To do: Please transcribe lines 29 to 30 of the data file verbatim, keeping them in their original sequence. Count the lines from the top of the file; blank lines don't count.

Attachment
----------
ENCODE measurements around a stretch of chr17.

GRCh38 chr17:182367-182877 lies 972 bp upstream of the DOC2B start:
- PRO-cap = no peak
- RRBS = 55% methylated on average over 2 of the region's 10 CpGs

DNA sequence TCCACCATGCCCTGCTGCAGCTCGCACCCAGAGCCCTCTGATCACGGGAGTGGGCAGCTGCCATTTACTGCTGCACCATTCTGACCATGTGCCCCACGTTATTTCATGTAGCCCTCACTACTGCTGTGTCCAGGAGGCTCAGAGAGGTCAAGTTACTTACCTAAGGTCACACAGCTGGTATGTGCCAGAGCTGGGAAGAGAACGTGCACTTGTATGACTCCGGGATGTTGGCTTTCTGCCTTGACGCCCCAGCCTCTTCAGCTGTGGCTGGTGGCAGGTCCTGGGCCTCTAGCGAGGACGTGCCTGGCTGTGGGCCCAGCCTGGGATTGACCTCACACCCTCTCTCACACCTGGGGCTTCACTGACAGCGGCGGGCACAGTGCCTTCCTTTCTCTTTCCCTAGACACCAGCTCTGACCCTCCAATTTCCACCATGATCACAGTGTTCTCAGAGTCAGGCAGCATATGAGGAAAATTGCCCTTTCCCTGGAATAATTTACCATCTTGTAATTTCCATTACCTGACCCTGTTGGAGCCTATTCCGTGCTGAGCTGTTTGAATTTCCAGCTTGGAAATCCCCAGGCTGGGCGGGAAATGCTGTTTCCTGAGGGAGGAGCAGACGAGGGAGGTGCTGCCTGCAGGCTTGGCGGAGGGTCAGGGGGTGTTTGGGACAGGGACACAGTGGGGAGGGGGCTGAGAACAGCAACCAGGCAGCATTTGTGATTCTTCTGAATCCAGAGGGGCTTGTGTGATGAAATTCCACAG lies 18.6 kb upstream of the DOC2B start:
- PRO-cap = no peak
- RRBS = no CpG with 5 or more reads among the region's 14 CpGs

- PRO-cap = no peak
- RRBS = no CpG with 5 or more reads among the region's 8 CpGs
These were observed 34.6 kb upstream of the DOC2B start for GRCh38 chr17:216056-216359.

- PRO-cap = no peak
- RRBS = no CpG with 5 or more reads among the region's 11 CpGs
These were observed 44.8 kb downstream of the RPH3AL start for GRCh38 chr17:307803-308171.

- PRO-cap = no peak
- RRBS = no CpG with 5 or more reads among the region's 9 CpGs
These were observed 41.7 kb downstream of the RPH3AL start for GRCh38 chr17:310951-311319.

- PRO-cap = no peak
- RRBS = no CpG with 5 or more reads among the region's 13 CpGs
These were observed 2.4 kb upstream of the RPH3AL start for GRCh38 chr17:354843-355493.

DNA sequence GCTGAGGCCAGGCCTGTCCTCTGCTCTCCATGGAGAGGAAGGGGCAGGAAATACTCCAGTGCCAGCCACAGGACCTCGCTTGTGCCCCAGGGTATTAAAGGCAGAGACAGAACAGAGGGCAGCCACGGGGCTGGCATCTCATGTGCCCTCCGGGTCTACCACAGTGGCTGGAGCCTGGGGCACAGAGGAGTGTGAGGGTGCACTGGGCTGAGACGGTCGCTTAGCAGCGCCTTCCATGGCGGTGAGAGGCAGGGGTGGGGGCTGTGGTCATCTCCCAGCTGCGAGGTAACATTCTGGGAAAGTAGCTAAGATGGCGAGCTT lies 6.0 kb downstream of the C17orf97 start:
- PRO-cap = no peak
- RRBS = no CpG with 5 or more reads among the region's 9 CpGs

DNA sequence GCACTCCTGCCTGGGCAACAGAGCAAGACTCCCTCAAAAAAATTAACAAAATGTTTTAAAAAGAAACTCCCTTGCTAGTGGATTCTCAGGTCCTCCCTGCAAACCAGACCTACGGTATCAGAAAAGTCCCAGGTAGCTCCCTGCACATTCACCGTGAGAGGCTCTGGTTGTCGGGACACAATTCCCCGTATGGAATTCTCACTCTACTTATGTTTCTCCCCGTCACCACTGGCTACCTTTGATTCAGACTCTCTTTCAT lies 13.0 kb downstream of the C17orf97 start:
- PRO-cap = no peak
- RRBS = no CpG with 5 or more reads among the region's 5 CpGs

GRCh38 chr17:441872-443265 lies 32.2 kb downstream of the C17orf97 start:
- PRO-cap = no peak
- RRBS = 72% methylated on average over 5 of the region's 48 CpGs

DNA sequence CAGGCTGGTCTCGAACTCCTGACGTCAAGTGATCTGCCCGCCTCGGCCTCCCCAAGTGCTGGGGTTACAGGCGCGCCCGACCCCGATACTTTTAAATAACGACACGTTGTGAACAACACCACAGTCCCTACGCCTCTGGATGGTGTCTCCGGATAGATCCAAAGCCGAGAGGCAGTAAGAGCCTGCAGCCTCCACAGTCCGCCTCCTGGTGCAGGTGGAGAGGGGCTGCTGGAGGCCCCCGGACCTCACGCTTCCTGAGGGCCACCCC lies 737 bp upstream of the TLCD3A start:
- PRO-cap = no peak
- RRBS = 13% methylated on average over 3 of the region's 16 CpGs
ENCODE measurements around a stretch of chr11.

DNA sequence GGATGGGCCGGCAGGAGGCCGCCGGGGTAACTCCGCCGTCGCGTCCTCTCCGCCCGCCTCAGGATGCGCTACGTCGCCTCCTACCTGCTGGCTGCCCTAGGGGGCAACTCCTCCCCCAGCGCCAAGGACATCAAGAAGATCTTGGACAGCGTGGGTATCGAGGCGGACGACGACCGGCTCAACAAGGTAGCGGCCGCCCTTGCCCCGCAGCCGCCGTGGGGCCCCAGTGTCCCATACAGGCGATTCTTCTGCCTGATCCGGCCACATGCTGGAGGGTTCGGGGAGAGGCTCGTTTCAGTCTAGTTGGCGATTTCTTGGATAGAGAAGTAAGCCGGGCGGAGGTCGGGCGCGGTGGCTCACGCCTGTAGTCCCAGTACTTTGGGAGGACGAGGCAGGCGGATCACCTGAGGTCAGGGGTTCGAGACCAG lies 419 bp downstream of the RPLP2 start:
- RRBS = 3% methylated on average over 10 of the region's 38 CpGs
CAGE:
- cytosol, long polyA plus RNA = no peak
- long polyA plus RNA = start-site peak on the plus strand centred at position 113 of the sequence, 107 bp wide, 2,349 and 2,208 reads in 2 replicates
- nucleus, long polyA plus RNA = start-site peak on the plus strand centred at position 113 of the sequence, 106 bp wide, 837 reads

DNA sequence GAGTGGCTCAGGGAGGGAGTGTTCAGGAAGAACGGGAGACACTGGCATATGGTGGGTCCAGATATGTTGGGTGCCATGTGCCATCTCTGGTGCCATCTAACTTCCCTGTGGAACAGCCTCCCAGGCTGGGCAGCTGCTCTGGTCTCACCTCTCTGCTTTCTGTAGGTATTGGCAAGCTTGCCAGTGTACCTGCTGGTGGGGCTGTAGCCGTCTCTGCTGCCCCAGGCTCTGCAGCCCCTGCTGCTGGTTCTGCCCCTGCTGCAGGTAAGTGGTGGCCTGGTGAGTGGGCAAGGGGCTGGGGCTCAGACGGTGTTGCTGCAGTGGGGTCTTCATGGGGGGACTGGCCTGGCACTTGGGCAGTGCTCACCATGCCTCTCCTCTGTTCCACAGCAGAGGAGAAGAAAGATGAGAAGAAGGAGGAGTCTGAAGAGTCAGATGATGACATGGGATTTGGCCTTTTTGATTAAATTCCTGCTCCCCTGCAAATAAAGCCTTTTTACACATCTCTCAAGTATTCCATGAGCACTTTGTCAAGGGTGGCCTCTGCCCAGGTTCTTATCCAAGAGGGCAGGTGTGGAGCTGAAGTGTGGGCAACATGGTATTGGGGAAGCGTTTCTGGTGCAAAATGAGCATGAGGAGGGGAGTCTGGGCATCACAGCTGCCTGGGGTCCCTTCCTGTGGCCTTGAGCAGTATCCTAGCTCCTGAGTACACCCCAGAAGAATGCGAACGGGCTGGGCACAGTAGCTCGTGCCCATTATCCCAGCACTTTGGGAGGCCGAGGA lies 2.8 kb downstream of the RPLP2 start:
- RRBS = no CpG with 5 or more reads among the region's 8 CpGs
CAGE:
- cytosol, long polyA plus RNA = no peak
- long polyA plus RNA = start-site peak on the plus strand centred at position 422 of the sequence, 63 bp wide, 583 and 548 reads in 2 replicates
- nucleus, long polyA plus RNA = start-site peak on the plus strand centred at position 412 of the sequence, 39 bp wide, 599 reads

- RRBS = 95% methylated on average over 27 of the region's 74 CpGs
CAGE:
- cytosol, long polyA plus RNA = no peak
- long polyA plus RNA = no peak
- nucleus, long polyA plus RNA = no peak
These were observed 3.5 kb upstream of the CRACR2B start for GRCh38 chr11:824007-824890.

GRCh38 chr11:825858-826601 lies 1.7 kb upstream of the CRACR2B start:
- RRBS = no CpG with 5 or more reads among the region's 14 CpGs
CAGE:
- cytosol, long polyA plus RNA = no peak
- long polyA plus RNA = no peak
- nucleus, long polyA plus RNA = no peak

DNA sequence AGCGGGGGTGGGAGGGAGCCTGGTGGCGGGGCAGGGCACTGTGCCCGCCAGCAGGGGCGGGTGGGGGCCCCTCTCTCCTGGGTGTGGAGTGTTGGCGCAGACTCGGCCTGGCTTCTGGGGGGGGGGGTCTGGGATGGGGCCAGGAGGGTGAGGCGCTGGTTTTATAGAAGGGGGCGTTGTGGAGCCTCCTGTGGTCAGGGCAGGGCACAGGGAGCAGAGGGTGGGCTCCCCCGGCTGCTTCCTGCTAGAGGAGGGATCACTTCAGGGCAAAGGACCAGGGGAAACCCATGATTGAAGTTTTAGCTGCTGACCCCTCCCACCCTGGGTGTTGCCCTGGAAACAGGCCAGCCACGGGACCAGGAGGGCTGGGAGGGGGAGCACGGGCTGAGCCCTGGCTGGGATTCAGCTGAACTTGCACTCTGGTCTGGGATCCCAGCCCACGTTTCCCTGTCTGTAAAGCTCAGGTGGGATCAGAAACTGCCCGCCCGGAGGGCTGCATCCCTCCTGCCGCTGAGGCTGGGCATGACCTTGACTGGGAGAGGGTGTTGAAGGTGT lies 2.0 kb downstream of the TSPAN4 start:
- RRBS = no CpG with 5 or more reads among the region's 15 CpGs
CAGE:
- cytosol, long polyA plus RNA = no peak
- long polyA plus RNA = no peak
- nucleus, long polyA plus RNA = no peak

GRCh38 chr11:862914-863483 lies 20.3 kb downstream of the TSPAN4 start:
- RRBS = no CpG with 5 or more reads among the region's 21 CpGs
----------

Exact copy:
DNA sequence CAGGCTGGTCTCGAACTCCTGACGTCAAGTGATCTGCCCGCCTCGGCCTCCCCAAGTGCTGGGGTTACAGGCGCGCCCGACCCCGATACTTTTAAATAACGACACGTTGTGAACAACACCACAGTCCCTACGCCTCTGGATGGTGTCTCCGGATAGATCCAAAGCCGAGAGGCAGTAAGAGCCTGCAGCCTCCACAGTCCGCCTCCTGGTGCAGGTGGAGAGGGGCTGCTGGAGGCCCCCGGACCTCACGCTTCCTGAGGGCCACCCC lies 737 bp upstream of the TLCD3A start:
- PRO-cap = no peak